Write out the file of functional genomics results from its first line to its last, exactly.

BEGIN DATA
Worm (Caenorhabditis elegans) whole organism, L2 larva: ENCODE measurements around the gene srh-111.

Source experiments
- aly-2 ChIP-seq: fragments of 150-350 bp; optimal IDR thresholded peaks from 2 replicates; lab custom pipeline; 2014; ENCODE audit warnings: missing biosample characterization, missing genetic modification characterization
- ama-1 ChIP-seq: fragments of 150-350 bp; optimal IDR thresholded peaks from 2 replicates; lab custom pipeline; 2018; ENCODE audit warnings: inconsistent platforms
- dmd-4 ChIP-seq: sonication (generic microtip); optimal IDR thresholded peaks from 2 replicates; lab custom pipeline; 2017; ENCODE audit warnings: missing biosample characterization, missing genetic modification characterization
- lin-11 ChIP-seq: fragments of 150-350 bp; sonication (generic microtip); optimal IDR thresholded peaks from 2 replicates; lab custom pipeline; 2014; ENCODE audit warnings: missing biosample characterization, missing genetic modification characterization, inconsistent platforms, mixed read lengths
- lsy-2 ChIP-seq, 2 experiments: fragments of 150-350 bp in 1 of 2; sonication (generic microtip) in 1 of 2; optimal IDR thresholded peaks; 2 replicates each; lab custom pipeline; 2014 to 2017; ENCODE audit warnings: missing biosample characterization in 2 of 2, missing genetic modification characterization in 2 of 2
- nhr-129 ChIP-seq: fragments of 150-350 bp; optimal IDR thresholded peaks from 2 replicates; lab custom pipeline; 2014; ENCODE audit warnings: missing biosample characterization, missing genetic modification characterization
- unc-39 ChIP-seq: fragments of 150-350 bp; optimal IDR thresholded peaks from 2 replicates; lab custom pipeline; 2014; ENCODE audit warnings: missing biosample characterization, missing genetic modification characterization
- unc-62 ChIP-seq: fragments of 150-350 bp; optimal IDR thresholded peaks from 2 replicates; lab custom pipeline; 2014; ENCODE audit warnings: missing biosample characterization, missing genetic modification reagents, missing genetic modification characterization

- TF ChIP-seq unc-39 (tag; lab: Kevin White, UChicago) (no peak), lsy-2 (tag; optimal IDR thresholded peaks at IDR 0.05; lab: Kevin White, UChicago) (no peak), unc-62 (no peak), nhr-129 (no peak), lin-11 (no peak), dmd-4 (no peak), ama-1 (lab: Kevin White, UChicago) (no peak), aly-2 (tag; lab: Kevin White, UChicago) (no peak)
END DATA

Worm (Caenorhabditis elegans) whole organism, L2 larva: ENCODE measurements around the gene srh-111.

Source experiments
- aly-2 ChIP-seq: fragments of 150-350 bp; optimal IDR thresholded peaks from 2 replicates; lab custom pipeline; 2014; ENCODE audit warnings: missing biosample characterization, missing genetic modification characterization
- ama-1 ChIP-seq: fragments of 150-350 bp; optimal IDR thresholded peaks from 2 replicates; lab custom pipeline; 2018; ENCODE audit warnings: inconsistent platforms
- dmd-4 ChIP-seq: sonication (generic microtip); optimal IDR thresholded peaks from 2 replicates; lab custom pipeline; 2017; ENCODE audit warnings: missing biosample characterization, missing genetic modification characterization
- lin-11 ChIP-seq: fragments of 150-350 bp; sonication (generic microtip); optimal IDR thresholded peaks from 2 replicates; lab custom pipeline; 2014; ENCODE audit warnings: missing biosample characterization, missing genetic modification characterization, inconsistent platforms, mixed read lengths
- lsy-2 ChIP-seq, 2 experiments: fragments of 150-350 bp in 1 of 2; sonication (generic microtip) in 1 of 2; optimal IDR thresholded peaks; 2 replicates each; lab custom pipeline; 2014 to 2017; ENCODE audit warnings: missing biosample characterization in 2 of 2, missing genetic modification characterization in 2 of 2
- nhr-129 ChIP-seq: fragments of 150-350 bp; optimal IDR thresholded peaks from 2 replicates; lab custom pipeline; 2014; ENCODE audit warnings: missing biosample characterization, missing genetic modification characterization
- unc-39 ChIP-seq: fragments of 150-350 bp; optimal IDR thresholded peaks from 2 replicates; lab custom pipeline; 2014; ENCODE audit warnings: missing biosample characterization, missing genetic modification characterization
- unc-62 ChIP-seq: fragments of 150-350 bp; optimal IDR thresholded peaks from 2 replicates; lab custom pipeline; 2014; ENCODE audit warnings: missing biosample characterization, missing genetic modification reagents, missing genetic modification characterization

- TF ChIP-seq unc-39 (tag; lab: Kevin White, UChicago) (no peak), lsy-2 (tag; optimal IDR thresholded peaks at IDR 0.05; lab: Kevin White, UChicago) (no peak), unc-62 (no peak), nhr-129 (no peak), lin-11 (no peak), dmd-4 (no peak), ama-1 (lab: Kevin White, UChicago) (no peak), aly-2 (tag; lab: Kevin White, UChicago) (no peak)